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New Report Warns that More Affordable Artificial Intelligence May Be a Blow to Cybersecurity

02/28/2018 By

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Flipping through a recent issue of the New York Times Magazine, I came across a two-page ad from Hewlett Packard on the promises of artificial intelligence. “What if things start to think for themselves?” the ad read. “But that’s starting to happen. ‘Dumb’ devices are waking up and getting smart.”

For this particular ad, the context was farming and how AI can bring about bigger harvests to feed the ballooning human population. Sensors embedded in the soil or drones can detect which areas need more water, fertilizer or weeding and act accordingly.

AI is indeed becoming more affordable and available to different companies and industries. However, this also means more risks in the realms of digital, physical and political security, warns a new report co-written by a team of 26 AI researchers from prominent American and British universities and think tanks.

There are a number of reasons AI can bring about a new level of risk. Most AI researchers believe that AI will exceed human performance in a wide range of tasks within the next 50 years — and if an AI system can lead to better farming practices, it can certainly also conduct more devastating cyberattacks. AI can allow for a greater degree of anonymity and distance for the human actor. And AI systems tend to be efficient and scalable.

But perhaps most relevant to the procurement and supply chain sphere is the fact that there are considerable vulnerabilities in current AI systems. Among these are data poisoning attacks, which cause a learning system to make mistakes, and adversarial examples, which refer to inputs that intentionally fool an AI system.

“While AI systems can exceed human performance in many ways, they can also fail in ways that a human never would,” the researchers write.

More Sophisticated Cyberattacks

Many if not most of us have at some point received a phishing email. Conventional wisdom of the internet age advises against opening attachments from suspicious emails sent by strangers or people we know, but what if the phishing email can be engineered to resemble the person’s actual writing style?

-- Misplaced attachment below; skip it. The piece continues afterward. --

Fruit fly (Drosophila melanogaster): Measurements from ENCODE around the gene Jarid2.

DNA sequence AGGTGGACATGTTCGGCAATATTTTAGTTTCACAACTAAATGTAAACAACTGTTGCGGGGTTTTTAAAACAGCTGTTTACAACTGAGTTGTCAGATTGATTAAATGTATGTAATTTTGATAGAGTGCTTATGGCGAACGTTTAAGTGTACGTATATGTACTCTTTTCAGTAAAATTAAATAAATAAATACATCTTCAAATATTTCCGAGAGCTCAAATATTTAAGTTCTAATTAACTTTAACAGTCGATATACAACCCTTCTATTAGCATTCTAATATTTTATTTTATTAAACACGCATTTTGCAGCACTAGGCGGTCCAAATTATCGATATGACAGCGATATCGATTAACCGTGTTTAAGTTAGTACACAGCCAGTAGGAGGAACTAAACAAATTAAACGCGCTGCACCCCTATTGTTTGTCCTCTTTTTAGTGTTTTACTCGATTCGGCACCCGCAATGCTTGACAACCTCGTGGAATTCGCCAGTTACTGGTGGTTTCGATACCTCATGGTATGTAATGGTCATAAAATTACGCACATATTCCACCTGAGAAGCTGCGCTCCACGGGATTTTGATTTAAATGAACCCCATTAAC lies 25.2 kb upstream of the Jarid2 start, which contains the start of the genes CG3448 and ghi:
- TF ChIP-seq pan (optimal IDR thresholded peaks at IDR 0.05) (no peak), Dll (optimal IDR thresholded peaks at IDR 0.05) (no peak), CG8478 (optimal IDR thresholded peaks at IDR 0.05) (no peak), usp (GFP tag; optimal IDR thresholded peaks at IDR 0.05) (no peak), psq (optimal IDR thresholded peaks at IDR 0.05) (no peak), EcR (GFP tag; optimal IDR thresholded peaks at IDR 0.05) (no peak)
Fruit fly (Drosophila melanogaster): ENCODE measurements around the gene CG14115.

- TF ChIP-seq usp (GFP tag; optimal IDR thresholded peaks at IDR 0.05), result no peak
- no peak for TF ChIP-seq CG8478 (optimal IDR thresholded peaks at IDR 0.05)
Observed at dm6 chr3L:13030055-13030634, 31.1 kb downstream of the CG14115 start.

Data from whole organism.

As AI systems become ever more sophisticated, we can expect chatbots that “elicit human trust by engaging people in longer dialogues, and perhaps eventually masquerade visually as another person in a video chat.” This automation of a social engineering attack is an example of new digital security risks that AI brings. The report includes a number of hypothetical scenarios illustrating these risks, which also include the following:

  • Automation of vulnerability discovery
  • More sophisticated automation of hacking
  • Human-like denial of service
  • Automation of service tasks in criminal cyber-offense
  • Prioritizing targets for cyberattacks using machine learning
  • Exploiting AI used in applications, especially in information security
  • Black-box model extraction of proprietary AI system capabilities

Beyond just digital security risks, the report also looks at new physical and political security risks that AI would make possible. Take, for example, potential repurposing of commercial AI systems for terroristic aims, such as using a drone to drop explosives or cause crashes. Or fake news reports that incorporate video and audio to appear highly realistic.

While this all sounds quite pessimistic, AI of course has countless positive applications — and in any case, the growth in the technology’s capabilities is not slowing down any time soon.

With that in mind, the report authors make a few recommendations for keeping AI a tool for good. One is that policymakers and researchers should work together to prevent potential malicious uses of AI. And another is that AI engineers and researchers should consider potential misuse and allow this consideration to guide their work.

Check out the full report for yourself here.